Troy Hayes is president of Midland Surveying, a company that has served northern Missouri and southern Iowa for more than 30 years. The company has offices in Maryville and St. Joseph, Missouri, and in Clarinda, Iowa.

History of Missouri/Nebraska Boundary Compact
1990  Missouri General Assembly approves definition for state boundary (compact) to be a compromised boundary fixed at the center of the main channel of the Missouri River, except for land known as McKissick’s Island. No action by Nebraska.

1990-1997 Issue remains as is, with no action by Nebraska.

1997 Missouri passes legislation as previously established in 1990.

1998 Nebraska passes an act to adopt the compact as previously defined in Missouri bill.

1999 House Joint Resolution 54­U.S. Congress passes compact signed by President Clinton as Public Law 106-101.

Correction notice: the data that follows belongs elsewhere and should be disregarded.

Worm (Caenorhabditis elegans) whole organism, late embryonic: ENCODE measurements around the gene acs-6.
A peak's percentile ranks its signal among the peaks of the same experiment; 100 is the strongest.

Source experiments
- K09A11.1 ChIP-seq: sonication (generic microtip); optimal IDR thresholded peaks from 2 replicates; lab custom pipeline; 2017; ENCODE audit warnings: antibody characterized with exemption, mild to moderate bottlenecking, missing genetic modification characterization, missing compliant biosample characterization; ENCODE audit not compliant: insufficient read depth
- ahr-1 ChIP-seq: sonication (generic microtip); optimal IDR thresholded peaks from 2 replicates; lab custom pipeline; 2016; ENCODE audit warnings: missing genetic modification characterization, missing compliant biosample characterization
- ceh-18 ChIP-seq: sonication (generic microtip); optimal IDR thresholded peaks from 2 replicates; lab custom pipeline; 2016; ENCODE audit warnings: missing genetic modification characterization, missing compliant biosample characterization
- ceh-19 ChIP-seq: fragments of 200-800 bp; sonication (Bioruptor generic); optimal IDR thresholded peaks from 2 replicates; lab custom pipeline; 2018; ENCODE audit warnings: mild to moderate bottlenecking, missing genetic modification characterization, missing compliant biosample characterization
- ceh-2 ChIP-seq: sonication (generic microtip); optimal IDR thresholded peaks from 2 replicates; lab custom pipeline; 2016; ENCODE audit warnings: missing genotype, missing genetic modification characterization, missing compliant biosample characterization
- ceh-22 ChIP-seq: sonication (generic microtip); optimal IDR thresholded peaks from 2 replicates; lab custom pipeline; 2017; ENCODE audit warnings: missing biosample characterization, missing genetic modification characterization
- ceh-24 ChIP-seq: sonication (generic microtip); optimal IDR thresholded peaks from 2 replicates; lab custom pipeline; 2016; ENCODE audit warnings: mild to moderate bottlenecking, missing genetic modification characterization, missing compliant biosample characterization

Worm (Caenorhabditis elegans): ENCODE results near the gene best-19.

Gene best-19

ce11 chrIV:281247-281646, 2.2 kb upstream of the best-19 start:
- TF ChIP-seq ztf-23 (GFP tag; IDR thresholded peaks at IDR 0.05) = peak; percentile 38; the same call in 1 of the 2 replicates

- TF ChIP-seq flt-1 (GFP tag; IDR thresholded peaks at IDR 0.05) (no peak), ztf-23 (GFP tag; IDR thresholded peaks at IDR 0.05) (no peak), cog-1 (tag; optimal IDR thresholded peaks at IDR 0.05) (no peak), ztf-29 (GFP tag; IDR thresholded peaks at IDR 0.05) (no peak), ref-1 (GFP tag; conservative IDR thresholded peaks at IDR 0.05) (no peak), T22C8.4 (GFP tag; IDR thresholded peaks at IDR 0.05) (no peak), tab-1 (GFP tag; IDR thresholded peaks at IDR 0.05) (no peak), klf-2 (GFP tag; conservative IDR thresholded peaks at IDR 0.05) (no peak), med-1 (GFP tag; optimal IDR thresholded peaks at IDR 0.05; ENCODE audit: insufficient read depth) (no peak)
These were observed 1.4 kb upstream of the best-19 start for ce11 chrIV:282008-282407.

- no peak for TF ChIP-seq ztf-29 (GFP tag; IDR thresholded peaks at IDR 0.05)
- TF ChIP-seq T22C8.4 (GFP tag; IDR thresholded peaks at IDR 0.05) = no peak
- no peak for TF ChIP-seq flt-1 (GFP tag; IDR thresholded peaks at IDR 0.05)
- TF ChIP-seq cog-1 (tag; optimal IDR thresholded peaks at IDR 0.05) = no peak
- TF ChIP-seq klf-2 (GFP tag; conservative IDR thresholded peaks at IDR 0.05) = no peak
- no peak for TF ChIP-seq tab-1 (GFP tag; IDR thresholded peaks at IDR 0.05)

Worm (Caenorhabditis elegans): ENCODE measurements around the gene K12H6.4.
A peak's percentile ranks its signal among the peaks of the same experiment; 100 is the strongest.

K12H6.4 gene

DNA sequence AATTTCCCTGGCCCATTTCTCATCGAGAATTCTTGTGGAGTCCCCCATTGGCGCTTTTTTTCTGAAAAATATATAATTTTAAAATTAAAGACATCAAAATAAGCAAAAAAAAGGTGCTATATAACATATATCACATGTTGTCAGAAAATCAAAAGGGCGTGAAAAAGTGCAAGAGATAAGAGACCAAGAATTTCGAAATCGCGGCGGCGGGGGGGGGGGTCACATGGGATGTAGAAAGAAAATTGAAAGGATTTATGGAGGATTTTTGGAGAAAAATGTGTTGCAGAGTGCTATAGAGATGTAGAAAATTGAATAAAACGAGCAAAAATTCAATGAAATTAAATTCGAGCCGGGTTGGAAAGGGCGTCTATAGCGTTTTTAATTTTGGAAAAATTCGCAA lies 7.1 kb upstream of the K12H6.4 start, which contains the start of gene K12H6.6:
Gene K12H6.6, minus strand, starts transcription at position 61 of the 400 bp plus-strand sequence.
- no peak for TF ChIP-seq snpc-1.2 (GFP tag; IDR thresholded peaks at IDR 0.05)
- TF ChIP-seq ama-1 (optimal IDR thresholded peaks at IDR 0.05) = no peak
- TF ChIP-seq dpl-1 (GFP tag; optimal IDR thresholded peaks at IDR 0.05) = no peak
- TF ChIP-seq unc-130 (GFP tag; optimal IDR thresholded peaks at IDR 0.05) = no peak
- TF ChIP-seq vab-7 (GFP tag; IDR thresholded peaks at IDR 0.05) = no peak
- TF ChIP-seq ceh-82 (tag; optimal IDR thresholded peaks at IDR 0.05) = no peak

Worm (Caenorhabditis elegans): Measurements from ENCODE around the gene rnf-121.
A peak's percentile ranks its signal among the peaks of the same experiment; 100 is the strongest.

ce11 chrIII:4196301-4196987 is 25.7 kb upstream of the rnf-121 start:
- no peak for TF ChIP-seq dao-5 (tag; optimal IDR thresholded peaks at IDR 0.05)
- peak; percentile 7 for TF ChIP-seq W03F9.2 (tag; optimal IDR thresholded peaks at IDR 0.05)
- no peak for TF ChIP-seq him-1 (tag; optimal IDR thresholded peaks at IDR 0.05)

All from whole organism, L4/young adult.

Missouri/Iowa State Boundary Time Line
1816 John C. Sullivan completes a survey of the West and North Line of a tract ceded to the U.S. by the Osage Indians. The survey commenced at the mouth of the Kansas River and ran north 100 miles to the Northwest Corner of Missouri Territory and then East to the rapids of the Des Moines River.

1821 Missouri becomes a state and uses the same description as that for Sullivan’s line to describe the boundaries.

1836 U.S. Congress passes an Act to extend Missouri’s western boundary to the Missouri River (Platte Purchase) as soon as Indian title is quieted. North boundary line is to run west on a parallel of latitude from the old northwest corner of Sullivan’s survey west to the Missouri River.